Life is not about what we want. It is about the choices we make. Many of us are familiar with this old saw, but how many know that it is more than merely a life lesson, that it is in fact the central core of economics?
Matthew Hennessey’s new book, Visible Hand: A Wealth of Notions on the Miracle of the Market, explains how this is so, and in so doing he shows that economics need not be intimidating to the man on the street. In fact, as someone who confesses to have known nothing about economics before age 30, Hennessey, who is currently an opinion editor at the Wall Street Journal, reveals that we intuitively understand it even when we do not realize it.
Take the notion of “opportunity cost.” Hennessey notes that we all face choices about where to spend our time, energy, and money. In high school, for example, Hennessey mentions he had the desire to both act in the school play and go out for the baseball team, but because they overlapped with one another, he had to choose between them. If he chose the play, he had to give up baseball, and vice versa.
As it happened, he chose acting. Losing the chance to play baseball was thus an “opportunity cost” of that decision. And it was not the only one. Indeed, choosing the play meant foregoing opportunities to work, study, or spend time with friends, all of which were viable options before he made his decision. The point, then, is that we live in a world where resources (including time) are scarce and yet our wants are unlimited, meaning that there are no “solutions” to satisfying all of our desires, there are only alternatives, and choosing among them always entails opportunity costs.
Thus, if “scarcity” is the first lesson of economics, one consequence is that our decisions are made on the margin, or relative to whether we want more or less of something. To see this, consider the choice between water and diamonds, also known as the “diamond-water paradox,” which befuddled economists for nearly a century. Even though water is essential for life and diamonds are not, if given the choice (and assuming all things are equal), we would choose to have diamonds over water.
The answer is that when we make a choice, we are not choosing between all the diamonds in the world and all the water in the world, in which case we would choose to have water for our survival. Rather, we are choosing between having more water or having an additional diamond. Given water’s relative abundance, having more of it provides little added satisfaction; conversely, because of their relative scarcity, having an additional diamond provides considerable satisfaction, or “marginal utility,” compared to water.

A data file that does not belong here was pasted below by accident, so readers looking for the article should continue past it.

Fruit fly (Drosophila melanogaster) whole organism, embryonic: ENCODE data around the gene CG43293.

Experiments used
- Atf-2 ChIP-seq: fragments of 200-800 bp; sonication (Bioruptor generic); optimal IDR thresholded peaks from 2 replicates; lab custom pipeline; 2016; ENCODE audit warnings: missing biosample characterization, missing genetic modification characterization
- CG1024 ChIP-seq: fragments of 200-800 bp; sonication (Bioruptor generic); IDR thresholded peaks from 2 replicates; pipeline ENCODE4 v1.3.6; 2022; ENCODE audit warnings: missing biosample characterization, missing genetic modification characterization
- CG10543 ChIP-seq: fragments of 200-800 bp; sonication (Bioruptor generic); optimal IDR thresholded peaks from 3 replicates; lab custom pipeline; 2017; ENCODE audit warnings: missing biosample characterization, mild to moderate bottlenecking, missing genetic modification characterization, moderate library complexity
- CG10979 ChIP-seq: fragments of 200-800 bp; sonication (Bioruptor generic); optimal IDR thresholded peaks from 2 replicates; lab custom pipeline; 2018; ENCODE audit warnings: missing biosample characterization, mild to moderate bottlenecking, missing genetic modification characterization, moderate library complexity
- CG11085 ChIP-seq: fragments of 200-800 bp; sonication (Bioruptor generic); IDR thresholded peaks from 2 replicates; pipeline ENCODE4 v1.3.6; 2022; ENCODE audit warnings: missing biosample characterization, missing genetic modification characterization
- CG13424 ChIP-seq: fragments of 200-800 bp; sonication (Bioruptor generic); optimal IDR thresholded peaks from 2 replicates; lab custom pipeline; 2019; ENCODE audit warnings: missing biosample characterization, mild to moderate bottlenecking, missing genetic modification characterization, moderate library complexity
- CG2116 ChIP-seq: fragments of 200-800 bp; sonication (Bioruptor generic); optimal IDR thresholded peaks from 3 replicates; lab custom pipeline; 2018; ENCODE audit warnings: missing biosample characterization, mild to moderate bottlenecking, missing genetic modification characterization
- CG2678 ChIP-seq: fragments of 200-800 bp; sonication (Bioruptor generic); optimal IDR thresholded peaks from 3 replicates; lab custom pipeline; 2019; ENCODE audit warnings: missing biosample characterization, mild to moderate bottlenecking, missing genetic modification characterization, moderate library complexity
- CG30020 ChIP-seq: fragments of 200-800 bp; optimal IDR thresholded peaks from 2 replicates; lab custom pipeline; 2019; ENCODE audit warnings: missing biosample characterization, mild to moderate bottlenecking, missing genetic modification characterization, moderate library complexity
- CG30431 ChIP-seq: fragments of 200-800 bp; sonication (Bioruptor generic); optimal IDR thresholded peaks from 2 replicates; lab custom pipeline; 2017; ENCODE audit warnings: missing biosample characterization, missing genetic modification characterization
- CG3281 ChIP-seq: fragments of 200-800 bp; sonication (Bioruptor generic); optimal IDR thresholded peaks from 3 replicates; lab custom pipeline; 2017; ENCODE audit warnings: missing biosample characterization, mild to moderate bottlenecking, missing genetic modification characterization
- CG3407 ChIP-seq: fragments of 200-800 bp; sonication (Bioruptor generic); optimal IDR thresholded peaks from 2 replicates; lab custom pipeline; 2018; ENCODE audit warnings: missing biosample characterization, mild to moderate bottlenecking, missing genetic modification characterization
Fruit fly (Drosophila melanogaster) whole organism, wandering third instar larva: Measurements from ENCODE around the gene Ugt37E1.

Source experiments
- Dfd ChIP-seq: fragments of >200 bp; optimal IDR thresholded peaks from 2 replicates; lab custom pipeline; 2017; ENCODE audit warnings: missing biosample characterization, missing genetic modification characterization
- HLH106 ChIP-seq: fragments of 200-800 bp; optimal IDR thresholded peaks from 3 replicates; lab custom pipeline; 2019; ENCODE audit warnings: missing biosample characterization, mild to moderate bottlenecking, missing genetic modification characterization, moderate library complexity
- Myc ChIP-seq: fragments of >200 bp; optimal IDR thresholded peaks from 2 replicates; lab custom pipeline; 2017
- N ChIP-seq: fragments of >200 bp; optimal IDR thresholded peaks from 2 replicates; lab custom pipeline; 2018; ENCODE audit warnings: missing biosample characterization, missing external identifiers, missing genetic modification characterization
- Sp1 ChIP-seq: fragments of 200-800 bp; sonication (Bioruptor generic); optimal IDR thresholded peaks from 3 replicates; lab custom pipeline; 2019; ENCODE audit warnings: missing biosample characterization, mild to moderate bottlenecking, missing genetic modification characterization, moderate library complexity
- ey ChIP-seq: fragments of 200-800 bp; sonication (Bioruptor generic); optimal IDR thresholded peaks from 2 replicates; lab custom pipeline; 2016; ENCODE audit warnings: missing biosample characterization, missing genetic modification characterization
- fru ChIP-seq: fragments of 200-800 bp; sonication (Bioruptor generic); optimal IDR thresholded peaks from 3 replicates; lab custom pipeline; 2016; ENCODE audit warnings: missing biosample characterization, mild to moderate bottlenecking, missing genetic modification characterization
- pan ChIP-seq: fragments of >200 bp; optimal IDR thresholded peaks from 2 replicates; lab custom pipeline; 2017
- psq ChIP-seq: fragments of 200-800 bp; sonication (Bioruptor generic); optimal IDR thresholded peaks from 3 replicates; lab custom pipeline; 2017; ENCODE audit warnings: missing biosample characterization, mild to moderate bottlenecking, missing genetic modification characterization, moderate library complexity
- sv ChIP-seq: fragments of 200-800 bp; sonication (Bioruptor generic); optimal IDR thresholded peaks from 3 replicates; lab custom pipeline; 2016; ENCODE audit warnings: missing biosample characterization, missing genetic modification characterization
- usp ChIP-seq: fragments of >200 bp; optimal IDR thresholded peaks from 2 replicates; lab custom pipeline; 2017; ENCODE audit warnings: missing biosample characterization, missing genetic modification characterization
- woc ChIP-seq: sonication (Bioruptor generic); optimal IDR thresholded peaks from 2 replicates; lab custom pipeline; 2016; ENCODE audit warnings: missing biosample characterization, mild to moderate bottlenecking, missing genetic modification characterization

From here, Hennessey adds the common sense notion that the more we have of something, the less we tend to want it, which economists call “diminishing marginal utility.” He illustrates this with a brilliant example that may be the most memorable in the book. Imagine, he says, you are at a local fair and that you have not eaten all day. As you peruse the food options, you and your friends decide to buy a childhood favorite, cotton candy. “The first bite,” he says, is delicious.”
Everybody smiles with their eyes as it melts in their mouths. The fun and laughter build toward the second bite, but the thrill peaks immediately. Maximization has been momentarily achieved. It hangs like a punted football in the air. At the third bite, the fun is over. Everyone is disgusted with themselves. You and your friends wish you could turn back the clock and skip the cotton candy altogether.
If marginal utility is the satisfaction we receive from having the cotton candy compared to alternatives, the dwindling satisfaction that comes from each additional bite of cotton candy constitutes the concept of diminishing marginal utility. As Hennessey puts it, “each bite of cotton candy yields less pleasure, less benefit, less satisfaction than the one before.” The takeaway? Our decisions are always made in a relative sense–whether to have the next bite of cotton candy or not–and not in an absolute sense–whether to have every bite of cotton candy or no bites at all.
This is an essential economic lesson our politicians would do well to learn. After all, because people make decisions at the margin, an income tax rate that is too high can discourage people from undertaking additional income-earning opportunities, meaning that high taxation ends up reducing well-being, even when it may not seem obvious (see, for example, economist Greg Mankiw’s personal testimony of this here). Yet politicians seldom acknowledge this fact when they bluster about all the goodies their heavy tax and spend policies will provide.
Furthermore, Hennessey points out that the relationship between “supply” and “demand” is not as confusing as it often seems, because they are in fact two sides of the same coin. That is, supply is demand, and vice versa. He helps the reader see this by using the example of a Lego company his son likes. When the Lego company sells Legos to consumers, its employees turn around and spend money on groceries, gas, and entertainment. Thus, the “supply” of Legos constitutes the “demand” for other goods and services in the economy.
Nevertheless, the book is replete with lessons like this that are eminently relatable, and it is written in a way that is both accessible to and fun for the non-specialist. Most importantly, perhaps, the reader will come away from it knowing that while life comes down to the choices we make, economics does too.